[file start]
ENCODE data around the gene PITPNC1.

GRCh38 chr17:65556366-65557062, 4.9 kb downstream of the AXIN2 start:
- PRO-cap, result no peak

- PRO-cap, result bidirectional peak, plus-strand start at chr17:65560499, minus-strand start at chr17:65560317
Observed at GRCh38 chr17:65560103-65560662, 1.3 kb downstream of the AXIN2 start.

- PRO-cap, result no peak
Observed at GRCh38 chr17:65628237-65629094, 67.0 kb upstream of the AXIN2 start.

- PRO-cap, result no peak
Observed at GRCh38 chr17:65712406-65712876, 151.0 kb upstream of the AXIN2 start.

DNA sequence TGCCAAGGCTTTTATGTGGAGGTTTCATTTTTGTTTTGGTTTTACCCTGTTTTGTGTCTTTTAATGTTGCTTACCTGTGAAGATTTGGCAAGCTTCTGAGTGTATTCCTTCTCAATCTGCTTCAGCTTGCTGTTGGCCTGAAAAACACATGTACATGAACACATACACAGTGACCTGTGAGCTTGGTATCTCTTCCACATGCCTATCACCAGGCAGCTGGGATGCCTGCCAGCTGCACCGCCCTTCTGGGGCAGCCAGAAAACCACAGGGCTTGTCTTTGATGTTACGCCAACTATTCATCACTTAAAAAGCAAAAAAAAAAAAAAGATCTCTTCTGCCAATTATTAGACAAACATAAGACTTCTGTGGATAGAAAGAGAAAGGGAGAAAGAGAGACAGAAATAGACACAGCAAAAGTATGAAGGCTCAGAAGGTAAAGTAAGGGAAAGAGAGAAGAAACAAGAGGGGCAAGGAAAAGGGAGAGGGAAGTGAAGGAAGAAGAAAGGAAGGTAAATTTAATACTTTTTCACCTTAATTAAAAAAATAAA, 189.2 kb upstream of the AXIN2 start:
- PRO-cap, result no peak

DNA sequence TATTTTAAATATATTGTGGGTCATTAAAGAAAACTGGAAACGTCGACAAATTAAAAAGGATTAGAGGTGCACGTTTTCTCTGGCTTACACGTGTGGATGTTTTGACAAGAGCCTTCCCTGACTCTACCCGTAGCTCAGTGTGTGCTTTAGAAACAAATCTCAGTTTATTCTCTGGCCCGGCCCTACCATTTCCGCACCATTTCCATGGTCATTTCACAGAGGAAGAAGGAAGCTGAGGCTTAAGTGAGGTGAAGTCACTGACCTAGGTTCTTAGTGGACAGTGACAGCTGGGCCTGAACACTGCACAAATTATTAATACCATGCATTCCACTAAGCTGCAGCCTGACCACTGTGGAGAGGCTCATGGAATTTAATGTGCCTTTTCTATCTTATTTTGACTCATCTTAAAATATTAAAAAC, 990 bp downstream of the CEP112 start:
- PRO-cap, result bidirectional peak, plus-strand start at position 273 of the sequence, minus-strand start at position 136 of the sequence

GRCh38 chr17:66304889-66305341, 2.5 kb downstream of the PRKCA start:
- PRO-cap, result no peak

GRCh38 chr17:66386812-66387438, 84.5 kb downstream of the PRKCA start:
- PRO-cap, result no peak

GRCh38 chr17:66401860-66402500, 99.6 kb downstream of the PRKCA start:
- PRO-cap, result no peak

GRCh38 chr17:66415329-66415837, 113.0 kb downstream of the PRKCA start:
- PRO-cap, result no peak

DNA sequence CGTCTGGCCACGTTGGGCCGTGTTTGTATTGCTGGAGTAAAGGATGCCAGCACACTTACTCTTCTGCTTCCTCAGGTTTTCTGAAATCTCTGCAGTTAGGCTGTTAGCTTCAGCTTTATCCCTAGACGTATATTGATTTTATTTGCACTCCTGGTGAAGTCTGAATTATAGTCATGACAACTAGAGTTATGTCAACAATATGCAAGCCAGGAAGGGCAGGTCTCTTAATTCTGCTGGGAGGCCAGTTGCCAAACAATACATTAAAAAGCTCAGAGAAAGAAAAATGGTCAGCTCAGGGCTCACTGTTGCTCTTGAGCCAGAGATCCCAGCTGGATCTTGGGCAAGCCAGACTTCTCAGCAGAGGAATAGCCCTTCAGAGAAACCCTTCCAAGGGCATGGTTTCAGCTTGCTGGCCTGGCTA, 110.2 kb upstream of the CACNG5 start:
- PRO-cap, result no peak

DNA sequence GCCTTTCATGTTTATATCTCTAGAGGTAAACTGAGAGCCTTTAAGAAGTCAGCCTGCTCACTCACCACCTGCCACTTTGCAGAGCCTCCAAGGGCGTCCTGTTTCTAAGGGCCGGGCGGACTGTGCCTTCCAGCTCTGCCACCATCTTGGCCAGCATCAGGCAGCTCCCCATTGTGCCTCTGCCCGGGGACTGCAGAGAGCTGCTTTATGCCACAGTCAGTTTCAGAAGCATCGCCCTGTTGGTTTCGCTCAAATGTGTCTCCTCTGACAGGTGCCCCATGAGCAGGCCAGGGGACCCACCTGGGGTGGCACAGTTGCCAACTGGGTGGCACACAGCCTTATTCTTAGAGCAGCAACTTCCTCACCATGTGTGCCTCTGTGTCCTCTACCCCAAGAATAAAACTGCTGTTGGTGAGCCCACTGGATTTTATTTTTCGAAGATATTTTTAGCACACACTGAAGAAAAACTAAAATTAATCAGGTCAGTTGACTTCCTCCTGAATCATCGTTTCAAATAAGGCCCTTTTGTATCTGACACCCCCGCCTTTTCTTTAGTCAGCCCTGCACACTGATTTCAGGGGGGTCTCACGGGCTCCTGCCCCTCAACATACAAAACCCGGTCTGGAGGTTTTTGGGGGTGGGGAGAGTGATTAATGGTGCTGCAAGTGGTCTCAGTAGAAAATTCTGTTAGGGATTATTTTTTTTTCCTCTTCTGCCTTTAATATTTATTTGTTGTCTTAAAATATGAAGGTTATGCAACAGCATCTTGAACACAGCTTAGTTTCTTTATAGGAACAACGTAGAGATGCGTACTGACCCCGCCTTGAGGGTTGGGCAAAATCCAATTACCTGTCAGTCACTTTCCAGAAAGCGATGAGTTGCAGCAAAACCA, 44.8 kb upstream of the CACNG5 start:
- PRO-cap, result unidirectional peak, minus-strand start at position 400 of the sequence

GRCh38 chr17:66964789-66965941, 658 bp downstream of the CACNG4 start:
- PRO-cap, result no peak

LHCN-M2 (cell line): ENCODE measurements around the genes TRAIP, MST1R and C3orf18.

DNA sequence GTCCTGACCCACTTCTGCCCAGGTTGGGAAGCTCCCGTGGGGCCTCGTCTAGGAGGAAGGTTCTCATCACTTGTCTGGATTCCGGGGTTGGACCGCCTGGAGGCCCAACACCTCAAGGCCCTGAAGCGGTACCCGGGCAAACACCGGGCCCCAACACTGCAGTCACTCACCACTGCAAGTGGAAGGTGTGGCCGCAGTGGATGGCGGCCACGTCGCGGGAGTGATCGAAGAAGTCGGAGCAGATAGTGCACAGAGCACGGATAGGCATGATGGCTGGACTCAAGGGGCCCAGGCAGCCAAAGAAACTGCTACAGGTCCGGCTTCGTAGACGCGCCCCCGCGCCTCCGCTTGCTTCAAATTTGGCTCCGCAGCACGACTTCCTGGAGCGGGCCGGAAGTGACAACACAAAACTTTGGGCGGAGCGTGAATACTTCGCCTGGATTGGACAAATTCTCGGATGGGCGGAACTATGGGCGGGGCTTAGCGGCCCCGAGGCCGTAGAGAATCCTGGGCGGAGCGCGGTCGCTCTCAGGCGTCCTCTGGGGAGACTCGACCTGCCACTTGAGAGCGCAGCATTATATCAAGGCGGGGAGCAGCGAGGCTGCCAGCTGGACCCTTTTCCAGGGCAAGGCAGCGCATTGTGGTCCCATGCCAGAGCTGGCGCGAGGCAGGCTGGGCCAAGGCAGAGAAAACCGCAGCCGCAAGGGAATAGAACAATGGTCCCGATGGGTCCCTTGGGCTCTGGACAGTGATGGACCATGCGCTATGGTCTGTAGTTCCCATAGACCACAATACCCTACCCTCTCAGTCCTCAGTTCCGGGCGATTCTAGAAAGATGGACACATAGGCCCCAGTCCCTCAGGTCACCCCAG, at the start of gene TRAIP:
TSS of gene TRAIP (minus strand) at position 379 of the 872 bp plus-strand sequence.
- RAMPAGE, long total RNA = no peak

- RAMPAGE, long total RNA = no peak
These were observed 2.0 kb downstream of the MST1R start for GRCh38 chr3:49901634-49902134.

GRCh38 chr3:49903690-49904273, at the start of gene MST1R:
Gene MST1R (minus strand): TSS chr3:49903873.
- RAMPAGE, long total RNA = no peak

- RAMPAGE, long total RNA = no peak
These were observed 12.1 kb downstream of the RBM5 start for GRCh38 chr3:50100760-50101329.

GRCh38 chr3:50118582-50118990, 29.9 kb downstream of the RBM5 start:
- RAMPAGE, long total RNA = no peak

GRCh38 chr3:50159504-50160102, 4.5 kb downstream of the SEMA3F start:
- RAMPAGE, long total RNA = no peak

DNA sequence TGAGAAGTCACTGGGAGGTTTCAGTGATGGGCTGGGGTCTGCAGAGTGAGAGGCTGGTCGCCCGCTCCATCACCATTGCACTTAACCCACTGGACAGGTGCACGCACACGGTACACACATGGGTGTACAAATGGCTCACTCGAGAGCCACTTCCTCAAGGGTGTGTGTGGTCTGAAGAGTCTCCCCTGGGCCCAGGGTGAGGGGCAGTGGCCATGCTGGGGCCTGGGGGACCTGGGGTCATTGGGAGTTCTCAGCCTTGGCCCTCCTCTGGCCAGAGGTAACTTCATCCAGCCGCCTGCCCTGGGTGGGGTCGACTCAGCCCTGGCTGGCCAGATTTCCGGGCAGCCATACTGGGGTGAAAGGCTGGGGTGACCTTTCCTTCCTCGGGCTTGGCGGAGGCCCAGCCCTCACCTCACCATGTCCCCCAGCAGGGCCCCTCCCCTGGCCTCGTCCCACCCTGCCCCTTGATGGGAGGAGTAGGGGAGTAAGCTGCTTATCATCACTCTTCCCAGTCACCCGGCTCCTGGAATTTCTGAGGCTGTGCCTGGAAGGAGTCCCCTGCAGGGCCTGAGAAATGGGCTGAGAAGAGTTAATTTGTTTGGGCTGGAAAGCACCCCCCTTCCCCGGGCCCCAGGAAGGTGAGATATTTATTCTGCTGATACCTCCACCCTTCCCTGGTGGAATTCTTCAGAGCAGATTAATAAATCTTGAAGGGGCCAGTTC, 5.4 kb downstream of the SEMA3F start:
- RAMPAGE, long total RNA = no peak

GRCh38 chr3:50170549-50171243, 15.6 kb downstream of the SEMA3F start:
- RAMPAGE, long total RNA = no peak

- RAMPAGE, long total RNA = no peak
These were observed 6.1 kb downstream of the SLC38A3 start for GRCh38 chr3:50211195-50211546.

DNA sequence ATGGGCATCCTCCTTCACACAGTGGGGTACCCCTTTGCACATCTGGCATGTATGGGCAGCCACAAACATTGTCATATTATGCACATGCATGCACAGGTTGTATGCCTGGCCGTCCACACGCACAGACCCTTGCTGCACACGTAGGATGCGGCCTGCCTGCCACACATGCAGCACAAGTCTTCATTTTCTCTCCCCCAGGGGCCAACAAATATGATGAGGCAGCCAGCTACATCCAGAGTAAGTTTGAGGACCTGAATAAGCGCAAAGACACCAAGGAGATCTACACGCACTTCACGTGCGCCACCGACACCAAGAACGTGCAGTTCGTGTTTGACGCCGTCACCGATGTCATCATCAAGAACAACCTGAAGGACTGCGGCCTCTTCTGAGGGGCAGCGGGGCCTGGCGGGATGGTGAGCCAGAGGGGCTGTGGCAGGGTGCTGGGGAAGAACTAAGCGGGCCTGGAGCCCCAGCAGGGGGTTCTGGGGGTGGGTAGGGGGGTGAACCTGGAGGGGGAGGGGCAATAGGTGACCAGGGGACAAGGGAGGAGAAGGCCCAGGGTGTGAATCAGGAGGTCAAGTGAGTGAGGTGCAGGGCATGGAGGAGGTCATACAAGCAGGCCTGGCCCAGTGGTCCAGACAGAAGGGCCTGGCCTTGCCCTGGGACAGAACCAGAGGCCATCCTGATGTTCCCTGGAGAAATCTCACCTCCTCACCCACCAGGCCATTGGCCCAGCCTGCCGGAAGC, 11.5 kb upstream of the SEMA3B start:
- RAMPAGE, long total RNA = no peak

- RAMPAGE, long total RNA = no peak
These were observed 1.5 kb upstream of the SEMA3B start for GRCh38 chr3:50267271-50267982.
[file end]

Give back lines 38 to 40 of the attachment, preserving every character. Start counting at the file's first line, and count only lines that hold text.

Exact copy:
These were observed 12.1 kb downstream of the RBM5 start for GRCh38 chr3:50100760-50101329.

GRCh38 chr3:50118582-50118990, 29.9 kb downstream of the RBM5 start:
- RAMPAGE, long total RNA = no peak